Downtown Los Angeles in the 1940's -- B-Roll Footage From Film Noir Era Shows Bunker Hill and $2.50 per Day Car Rentals
It wasn't accidental that the film industry emerged in Southern California. Producers and directors flocked to the city from the east coast for the natural light and the myriad of landscapes that could adapt to any scenario. But there is also a je ne sais quoi, an indescribable attribute that has made Los Angeles iconic in the realm of images. Like an improbably chiseled actress who enchants the camera from any angle, Los Angeles loves being photographed.
Nothing captures the Los Angeles of yore better than Film Noir, with its stark, black and white images in movies such as Mildred Pierce, Double Indemnity, and The Big Sleep. In this "B-roll" footage (that would be rear-projected behind actors in driving scenes), you witness Los Angeles of this era, unedited. We particularly liked seeing the Zelda Apartments (1:52), two blonde girls crossing the street (2:22), an old-school stop light (3:15), and a cool, airstream moderne bus (3:51). The biggest surprise is that parking that was 50 cents per day then can still be had for $3 or $5 per day.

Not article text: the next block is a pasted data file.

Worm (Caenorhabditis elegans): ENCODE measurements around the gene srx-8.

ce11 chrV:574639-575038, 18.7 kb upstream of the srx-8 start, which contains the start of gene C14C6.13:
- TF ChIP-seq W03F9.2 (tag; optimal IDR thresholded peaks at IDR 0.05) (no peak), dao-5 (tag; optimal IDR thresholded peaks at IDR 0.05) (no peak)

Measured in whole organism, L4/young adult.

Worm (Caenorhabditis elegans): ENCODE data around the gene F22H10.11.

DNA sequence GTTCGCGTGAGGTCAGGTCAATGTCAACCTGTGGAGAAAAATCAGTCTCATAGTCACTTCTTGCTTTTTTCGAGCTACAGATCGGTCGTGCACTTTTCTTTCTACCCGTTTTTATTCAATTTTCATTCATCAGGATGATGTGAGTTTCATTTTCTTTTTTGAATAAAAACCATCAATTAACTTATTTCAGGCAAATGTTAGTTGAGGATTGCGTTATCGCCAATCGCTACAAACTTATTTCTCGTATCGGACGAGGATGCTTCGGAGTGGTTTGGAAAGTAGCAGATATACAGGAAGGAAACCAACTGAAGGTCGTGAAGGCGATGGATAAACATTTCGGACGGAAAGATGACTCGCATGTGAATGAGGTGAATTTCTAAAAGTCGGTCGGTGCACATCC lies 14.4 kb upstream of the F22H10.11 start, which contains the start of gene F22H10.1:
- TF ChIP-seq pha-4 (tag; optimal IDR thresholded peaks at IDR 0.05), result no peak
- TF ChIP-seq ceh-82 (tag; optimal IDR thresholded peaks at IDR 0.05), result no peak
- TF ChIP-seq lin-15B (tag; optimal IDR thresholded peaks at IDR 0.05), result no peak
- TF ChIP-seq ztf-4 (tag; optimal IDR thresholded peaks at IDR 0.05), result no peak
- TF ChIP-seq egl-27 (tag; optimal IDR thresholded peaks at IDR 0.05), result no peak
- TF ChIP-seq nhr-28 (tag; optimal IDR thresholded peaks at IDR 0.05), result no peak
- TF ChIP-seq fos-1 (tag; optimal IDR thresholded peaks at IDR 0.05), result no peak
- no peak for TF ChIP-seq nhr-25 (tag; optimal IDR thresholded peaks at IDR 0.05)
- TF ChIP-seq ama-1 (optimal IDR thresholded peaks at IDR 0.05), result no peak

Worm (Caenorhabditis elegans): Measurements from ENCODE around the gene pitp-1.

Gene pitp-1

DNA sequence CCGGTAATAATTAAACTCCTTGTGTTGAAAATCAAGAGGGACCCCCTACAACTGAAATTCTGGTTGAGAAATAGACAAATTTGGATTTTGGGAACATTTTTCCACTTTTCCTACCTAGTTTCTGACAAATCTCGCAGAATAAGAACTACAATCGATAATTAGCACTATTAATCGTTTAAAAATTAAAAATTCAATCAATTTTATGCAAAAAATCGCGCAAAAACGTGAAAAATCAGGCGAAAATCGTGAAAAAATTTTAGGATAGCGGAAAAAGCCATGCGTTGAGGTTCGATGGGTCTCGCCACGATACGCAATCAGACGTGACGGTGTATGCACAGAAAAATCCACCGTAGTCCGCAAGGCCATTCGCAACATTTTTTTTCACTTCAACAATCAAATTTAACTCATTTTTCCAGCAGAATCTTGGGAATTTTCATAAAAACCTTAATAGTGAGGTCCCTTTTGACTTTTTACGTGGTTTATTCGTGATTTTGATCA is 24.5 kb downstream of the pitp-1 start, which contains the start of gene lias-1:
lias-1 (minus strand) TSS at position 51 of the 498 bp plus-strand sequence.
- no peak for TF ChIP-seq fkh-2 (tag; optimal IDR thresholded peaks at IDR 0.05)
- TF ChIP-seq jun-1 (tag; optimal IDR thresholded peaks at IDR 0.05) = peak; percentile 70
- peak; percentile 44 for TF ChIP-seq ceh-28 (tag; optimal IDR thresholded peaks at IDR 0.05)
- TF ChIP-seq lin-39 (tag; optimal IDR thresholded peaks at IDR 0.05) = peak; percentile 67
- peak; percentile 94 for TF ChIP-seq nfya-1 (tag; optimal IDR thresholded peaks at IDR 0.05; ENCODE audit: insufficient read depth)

This Victorian-era Los Angeles -- that looks remarkably like San Francisco -- exists no more since Bunker Hill and the Chavez Ravine were razed for the construction of Downtown west. The writers John Fante in "Ask The Dust" and Charles Bukowski in "Factotum" portray the grit of that time and place. Here your eyes can feast on images from a very photogenic time gone by.
Courtesy of Curbed LA, Blogdowntown and The Atlantic